Felix the Cat (1959)
As I recall, the words to the theme went: "Felix the Cat, the wonderful, wonderful cat. You'll laugh so much your sides will ACHE. Your heart will go pitter-pat watching Felix, the wonderful cat."
I watched this TV cartoon series regularly as a child in the 60s. I enjoyed it a lot, but I believe I never suffered from aching sides. In fact, there were a few things about this show that were a little bit creepy, such as the sinister Master Cylinder, and that lantern-jawed kid Vavoom, who could blast through anything by just shouting "Vavoom!" That's the kind of stuff that creeps into the dreams of young kids and gives them nightmares!
Mary Poppins (1964)
"Mary Poppins" is only pretending to be a children's film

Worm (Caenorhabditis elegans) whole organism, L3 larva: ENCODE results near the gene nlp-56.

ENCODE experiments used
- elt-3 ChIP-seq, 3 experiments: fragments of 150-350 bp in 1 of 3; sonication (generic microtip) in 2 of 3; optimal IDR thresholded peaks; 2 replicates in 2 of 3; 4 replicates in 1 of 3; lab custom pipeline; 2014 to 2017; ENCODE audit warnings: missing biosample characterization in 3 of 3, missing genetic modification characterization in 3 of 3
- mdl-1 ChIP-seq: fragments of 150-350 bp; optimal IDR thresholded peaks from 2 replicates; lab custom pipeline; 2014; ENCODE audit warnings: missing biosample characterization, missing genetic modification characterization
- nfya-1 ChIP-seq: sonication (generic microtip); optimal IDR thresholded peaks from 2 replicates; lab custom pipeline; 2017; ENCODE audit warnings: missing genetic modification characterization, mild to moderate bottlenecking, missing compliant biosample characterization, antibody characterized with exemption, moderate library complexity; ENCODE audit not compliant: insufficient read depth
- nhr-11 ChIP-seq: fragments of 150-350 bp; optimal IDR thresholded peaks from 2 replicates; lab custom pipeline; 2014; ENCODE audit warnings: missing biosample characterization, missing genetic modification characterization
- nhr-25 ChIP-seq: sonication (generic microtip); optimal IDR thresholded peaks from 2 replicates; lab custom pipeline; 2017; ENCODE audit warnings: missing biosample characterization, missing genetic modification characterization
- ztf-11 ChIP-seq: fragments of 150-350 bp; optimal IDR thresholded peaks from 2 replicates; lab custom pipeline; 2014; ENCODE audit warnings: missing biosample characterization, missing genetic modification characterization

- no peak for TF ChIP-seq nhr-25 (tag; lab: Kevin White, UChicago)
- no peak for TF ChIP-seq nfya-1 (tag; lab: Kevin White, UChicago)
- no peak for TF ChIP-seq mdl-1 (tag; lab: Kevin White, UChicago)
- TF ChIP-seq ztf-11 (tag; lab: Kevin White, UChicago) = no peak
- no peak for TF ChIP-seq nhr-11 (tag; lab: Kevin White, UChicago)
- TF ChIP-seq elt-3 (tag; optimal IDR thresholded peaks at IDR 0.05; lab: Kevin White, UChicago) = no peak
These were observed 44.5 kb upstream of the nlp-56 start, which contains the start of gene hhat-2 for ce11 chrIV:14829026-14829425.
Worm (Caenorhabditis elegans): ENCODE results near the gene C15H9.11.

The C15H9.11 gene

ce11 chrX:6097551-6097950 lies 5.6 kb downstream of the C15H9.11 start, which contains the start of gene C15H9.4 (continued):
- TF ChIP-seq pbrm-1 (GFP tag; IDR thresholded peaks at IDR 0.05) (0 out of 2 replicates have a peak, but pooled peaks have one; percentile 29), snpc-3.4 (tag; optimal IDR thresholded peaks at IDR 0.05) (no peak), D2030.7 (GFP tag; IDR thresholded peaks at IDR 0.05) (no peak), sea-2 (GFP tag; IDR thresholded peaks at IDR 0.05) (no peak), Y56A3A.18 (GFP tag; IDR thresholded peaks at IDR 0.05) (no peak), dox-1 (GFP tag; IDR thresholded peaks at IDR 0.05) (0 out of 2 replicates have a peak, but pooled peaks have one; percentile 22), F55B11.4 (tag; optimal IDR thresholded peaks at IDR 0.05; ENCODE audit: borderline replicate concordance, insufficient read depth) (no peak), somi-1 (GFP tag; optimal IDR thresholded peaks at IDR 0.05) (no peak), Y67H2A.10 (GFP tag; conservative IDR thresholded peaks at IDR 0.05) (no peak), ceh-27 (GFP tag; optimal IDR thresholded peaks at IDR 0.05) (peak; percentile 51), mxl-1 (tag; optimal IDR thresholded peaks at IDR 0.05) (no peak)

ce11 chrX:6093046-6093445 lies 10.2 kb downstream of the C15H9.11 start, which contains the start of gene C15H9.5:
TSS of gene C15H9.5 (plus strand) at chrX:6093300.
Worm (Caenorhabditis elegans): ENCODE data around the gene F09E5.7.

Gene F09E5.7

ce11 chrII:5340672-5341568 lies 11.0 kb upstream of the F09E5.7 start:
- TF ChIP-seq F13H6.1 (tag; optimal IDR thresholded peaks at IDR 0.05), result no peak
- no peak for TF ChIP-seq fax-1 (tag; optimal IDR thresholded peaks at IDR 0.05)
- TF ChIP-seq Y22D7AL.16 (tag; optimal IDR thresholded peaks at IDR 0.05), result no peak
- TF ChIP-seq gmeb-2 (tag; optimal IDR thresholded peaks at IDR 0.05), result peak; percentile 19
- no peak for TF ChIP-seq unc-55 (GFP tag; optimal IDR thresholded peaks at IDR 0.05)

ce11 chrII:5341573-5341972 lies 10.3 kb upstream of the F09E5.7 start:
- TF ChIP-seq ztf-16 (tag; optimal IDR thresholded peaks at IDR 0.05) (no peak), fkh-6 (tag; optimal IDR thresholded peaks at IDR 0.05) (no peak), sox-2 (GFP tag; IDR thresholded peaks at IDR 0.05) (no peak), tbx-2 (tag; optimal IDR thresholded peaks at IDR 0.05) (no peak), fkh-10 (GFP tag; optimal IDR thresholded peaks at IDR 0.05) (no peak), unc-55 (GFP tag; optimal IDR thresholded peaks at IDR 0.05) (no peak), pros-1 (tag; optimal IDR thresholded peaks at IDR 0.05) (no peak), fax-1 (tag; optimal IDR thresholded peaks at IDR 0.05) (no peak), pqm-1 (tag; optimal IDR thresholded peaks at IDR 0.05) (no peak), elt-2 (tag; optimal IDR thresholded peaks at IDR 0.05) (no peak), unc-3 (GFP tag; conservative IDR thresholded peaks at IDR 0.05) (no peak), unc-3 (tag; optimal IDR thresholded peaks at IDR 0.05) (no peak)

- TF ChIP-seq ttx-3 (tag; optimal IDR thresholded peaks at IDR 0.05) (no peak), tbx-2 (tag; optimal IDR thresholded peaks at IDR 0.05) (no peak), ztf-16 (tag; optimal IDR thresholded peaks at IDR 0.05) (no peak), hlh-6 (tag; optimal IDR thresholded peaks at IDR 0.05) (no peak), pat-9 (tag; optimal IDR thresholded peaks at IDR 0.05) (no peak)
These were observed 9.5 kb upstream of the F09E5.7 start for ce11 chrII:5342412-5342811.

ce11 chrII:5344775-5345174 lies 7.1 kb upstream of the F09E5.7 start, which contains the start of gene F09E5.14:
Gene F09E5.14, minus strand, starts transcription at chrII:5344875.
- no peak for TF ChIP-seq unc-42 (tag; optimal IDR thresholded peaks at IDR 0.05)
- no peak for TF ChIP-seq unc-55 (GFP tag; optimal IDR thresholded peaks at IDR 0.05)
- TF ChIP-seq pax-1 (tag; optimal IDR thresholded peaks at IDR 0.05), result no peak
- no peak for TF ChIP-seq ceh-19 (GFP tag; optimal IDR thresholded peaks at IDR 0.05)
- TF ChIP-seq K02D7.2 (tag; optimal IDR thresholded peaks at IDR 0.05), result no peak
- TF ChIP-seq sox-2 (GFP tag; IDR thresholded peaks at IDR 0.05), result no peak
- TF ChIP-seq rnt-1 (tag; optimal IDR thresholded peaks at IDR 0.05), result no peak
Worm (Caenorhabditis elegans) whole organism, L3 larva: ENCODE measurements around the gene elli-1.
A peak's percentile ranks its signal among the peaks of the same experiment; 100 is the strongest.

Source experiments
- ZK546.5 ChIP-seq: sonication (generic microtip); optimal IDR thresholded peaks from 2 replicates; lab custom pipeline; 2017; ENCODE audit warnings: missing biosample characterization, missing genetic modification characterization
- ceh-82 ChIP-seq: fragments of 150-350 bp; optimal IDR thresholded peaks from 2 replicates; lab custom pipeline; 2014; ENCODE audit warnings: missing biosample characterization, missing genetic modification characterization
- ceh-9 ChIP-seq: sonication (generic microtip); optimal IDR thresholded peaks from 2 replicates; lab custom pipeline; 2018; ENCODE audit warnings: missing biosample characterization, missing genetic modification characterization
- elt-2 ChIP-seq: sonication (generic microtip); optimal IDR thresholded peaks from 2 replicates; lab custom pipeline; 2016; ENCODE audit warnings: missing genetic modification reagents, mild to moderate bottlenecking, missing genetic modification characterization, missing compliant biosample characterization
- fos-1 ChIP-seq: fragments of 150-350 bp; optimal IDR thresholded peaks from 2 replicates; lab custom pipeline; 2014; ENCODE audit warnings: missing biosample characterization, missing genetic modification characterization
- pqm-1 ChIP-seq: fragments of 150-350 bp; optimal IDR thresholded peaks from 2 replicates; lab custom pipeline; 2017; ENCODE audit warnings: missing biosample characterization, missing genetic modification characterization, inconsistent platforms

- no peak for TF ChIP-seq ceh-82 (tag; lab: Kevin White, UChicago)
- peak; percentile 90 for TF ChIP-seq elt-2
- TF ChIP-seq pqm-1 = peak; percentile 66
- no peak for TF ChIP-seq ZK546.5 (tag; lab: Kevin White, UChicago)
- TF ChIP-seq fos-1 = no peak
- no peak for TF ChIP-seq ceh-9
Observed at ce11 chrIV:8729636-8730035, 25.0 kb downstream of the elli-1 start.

Although I loved this film upon first seeing it at the theater in '64, it wasn't until I was an adult that I began to appreciate and be amazed by the sophistication of the writing. Sure, the special effects and the music and the visuals are what grab the attention, but the script itself and the lyrics offer just as much brilliance. I would even assert that this isn't a "children's film" at all, but a film aimed at adults under the guise of a kids' film. And that type of subversion is exactly what you'd expect from Mary Poppins. Her method from day one is to use reverse psychology on anyone she is trying to manipulate--in a good sense, of course. She teaches the children to give money to the poor by suggesting they "feed the birds". She gets them to fall asleep by sweetly singing "Stay Awake". She gets Mr. Banks to take the kids with him to work by acting as if it was his idea, and complimenting him for thinking of it. (A spoonful of sugar helps the medicine go down.)